The company has 13.1 million shares outstanding. Cash per share is 1,601 Yen as of the most recent quarter. This compares very favorably to a stock price of 1,910 on November 14th, 2016.

The company’s businesses produce solid cash flow over time. Cash from operations is about six billion Yen per year. Capital spending on property, plant and equipment averages about four billion per year, leaving free cash flow of about two billion per year (approximately 150 per share).

The valuation appears compelling. The Price-to-Free-Cash-Flow ratio (P/FCF) is about 13 if one uses the results for the past five years. If one deducts the value of cash from the stock price, the P/FCF ratio falls to just 2x – very compelling in our opinion.

The stock has no obvious catalyst to trigger a significant revaluation in the near term. In addition, Japan’s sub-par economic performance over the past decade or two is well known. However, change is afoot in Japan. The Stewardship Code of 2014 and the Corporate Governance Code of 2015 are encouraging Japanese companies to become more focused on improving shareholder returns. Management teams are increasingly accountable for taking proactive steps to improve returns. Major institutional shareholders are also increasingly accountable for exercising more vigorous oversight over the companies in which they invest.

With a strong balance sheet and a deeply undervalued stock, Murakami has some obvious opportunities to increase shareholder value:

  • A stock repurchase program
  • Recapitalizing the company
  • Selling the company to a strategic buyer

In increasing value for the shareholders, we would like to see management take advantage of the undervalued stock price. They could also simply increase the dividend – there is more than enough free cash flow to increase the payout by a significant amount.

By our calculations, pretax returns on net invested capital seem reasonable in the low double digits. Based on these returns, we believe there is a reasonable case for the company to reinvest in its core businesses. However, we think buying back stock at these levels is a better use of the shareholders’ money. The company appears to be doing so, but at a very slow pace. Perhaps they will step up the repurchases in the future.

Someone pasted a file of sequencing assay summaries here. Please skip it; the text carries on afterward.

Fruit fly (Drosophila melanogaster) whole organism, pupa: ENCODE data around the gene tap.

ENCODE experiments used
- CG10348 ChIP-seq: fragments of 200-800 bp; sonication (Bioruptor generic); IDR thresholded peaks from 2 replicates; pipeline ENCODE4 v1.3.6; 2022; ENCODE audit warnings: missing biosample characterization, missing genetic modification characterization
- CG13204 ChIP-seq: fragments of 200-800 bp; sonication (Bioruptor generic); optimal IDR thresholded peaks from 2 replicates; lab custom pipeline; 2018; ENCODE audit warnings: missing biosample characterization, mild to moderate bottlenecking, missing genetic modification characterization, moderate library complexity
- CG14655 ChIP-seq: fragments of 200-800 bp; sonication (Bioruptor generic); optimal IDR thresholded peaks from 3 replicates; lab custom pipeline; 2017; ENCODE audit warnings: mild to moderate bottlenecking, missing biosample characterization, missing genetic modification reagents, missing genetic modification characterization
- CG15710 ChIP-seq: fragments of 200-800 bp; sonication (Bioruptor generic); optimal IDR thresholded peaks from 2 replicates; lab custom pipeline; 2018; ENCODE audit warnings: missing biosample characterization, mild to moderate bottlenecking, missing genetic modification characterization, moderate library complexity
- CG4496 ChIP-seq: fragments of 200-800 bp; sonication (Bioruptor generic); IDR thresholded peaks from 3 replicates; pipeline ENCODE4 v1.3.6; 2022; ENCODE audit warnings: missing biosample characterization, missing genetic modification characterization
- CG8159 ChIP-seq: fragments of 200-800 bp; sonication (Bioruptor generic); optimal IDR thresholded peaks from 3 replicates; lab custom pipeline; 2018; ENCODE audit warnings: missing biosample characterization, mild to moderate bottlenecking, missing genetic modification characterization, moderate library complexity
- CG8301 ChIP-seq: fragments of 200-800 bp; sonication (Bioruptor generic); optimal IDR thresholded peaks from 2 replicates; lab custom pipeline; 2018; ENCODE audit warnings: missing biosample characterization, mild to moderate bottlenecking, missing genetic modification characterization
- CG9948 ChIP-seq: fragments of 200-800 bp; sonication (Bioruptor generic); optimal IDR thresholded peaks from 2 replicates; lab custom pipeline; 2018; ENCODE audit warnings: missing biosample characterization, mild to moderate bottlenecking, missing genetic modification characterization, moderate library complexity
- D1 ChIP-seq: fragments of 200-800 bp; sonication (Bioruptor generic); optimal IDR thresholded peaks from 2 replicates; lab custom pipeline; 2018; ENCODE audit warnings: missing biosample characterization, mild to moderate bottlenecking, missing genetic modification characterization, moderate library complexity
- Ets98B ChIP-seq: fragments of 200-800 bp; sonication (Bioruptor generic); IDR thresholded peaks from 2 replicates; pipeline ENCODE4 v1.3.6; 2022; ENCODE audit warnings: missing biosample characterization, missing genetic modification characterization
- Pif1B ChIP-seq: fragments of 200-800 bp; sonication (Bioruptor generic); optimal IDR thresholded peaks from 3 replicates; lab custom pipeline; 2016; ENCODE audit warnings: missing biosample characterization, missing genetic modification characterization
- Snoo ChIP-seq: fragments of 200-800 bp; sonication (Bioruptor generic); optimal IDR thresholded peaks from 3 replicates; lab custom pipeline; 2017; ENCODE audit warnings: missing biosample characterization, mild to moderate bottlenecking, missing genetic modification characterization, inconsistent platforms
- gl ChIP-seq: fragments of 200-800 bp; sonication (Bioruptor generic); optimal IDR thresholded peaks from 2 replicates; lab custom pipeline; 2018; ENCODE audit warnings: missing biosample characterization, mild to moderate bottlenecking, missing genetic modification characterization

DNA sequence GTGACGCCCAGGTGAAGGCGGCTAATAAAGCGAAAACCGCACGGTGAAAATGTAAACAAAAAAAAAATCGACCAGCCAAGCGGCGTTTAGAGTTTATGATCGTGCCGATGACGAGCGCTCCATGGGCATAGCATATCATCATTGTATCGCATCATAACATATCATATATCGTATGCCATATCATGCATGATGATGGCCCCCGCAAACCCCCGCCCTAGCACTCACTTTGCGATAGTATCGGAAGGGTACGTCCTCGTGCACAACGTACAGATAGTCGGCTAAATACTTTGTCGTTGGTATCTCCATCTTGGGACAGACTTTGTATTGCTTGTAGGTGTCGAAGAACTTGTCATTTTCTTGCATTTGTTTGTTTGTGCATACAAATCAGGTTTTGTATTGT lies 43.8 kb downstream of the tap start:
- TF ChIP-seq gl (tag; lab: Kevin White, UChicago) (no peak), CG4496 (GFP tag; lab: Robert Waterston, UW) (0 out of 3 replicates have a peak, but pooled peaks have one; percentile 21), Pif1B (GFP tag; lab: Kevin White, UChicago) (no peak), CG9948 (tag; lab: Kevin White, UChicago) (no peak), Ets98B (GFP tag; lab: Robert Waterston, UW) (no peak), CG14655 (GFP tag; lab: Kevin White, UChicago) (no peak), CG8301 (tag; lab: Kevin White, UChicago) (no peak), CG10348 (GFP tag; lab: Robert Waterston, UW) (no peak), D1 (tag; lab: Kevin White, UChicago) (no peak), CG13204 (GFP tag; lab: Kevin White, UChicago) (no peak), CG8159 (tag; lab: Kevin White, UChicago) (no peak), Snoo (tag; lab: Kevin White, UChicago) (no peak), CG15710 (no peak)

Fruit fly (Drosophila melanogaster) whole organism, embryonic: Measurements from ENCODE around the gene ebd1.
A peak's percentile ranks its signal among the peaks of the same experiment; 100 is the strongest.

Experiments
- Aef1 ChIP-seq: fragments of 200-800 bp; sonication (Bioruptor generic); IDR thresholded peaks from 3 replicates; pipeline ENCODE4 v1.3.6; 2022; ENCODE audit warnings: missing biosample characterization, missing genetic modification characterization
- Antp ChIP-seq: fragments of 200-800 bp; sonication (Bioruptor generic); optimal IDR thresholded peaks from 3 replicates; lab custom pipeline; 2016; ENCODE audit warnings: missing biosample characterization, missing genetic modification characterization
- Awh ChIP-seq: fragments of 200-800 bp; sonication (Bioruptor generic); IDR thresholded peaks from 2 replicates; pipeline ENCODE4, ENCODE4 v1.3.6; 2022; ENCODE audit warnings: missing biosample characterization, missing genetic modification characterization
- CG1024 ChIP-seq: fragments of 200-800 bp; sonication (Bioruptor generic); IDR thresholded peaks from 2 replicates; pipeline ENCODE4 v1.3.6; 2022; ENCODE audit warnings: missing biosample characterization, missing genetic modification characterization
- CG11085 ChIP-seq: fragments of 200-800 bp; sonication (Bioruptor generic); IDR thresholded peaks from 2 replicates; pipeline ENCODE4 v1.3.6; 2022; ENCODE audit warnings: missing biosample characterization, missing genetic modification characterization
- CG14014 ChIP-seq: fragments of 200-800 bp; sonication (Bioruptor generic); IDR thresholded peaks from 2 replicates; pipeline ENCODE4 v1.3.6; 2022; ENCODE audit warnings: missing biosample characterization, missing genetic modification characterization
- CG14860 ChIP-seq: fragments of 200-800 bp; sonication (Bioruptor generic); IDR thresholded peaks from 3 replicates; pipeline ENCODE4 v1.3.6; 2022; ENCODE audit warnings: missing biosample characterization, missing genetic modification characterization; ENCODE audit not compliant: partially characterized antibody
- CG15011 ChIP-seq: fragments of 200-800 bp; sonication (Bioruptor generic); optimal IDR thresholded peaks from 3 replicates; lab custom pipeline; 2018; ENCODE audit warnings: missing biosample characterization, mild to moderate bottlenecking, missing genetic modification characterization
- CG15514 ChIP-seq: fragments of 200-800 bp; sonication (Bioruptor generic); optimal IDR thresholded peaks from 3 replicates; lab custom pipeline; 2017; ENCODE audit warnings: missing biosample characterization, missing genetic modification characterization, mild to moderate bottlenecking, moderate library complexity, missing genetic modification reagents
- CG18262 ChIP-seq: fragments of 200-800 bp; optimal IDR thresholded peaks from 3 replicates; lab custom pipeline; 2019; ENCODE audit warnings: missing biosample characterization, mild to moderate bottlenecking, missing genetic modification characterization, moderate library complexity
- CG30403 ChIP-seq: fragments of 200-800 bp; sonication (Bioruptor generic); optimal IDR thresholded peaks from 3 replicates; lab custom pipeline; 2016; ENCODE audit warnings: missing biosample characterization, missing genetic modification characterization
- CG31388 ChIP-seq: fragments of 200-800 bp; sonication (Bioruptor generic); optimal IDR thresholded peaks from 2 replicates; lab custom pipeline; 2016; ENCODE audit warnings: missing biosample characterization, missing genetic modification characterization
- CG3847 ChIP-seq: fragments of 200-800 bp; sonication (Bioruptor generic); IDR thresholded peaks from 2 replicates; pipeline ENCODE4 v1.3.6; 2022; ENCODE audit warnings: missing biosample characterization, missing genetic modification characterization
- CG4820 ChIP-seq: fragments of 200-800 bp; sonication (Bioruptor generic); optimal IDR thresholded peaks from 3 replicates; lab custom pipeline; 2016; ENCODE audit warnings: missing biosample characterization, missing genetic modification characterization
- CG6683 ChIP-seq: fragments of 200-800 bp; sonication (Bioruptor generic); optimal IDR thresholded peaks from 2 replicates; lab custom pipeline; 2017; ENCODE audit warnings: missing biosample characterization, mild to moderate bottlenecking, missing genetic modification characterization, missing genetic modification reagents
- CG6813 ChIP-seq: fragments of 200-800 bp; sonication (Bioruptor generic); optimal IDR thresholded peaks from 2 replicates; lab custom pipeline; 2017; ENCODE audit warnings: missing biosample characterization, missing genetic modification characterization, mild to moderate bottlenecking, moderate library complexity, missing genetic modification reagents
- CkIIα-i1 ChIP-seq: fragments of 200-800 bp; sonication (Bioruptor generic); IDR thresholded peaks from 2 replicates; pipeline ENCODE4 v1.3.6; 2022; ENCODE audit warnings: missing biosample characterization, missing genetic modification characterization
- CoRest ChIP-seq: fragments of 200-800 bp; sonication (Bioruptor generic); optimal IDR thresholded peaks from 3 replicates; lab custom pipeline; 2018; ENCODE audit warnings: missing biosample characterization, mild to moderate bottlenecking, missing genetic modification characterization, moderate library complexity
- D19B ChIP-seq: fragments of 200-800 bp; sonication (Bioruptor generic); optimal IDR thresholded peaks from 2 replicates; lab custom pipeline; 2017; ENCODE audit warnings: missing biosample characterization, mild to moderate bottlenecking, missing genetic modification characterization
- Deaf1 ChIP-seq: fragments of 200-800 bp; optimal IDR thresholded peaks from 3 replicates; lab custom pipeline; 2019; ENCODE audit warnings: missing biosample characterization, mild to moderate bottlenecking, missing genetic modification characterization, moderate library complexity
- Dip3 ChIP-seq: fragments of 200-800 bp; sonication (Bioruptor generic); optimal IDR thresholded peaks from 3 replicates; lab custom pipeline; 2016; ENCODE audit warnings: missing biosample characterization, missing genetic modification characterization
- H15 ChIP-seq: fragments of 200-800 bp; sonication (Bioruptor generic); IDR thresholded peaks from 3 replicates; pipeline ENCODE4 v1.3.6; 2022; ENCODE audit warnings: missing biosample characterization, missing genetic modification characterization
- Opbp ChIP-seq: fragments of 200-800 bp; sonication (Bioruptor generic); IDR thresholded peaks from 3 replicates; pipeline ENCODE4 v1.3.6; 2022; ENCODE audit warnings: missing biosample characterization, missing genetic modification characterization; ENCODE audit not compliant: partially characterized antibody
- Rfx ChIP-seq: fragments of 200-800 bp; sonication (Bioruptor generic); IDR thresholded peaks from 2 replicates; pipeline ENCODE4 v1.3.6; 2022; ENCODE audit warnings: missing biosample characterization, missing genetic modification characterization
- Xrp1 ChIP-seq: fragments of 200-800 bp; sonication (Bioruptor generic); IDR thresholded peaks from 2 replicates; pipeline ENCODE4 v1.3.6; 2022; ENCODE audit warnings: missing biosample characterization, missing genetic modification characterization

One can buy Murakami through a broker like Interactive Brokers.

This article is information purposes only. It is not investment advice nor an offer of investment advice.

A simple model of inflation and printing money

I am going to review three simple models of the economy that provide a lot of insight into inflation and central bank money printing.

Model #1

Let’s start with a simple model of the economy; specifically, total economic activity (Y) is the product of two variables:

  1. the total quantity of units of economic activity (Q; as in “quantity”)
  2. the average price per unit of economic activity (P; as in “price”)

Thus:                   Y = Q * P

The economy produces more stuff when “Q” increases.  Inflation happens when “P” increases in price.

As an example, let’s imagine that there are Q = 100 and P = $10.  In that case Y = $1,000.

Model #2

A second way to look at the economy is view economic activity (Y) as the product of two other variables:

  1. the total quantity of money in circulation (M)
  2. the number of times the money changes hands over the course of a year (V; as in “velocity”)

Thus:                   Y = M * V

The economy can grow because “M” increases, or because “V” increases (meaning that “M” is changing hands more frequently).

Let’s imagine that there are M = $500.  This means that there is a total of $500 of currency floating in the economy.  That money changes hands on average twice per year, so V = 2.  Therefore, Y = $1,000.

Model #3

Let’s combine the two models through the common term “Y”

Y     =     Q     *     P      =      M     *     V     =    Y

$1,000 = 100  *  $10    =   $500   *     2      =  $1,000

Thus:                   Q * P = M * V

Implications

As a practical matter, “Q” – meaning quantity of goods and services produced – does not vary all that much from year to year.  So let’s assume for our purposes that Q is basically a constant.

In recent years, the major central banks have taken it upon themselves to increase the amount of “M” dramatically by creating money out of thin air.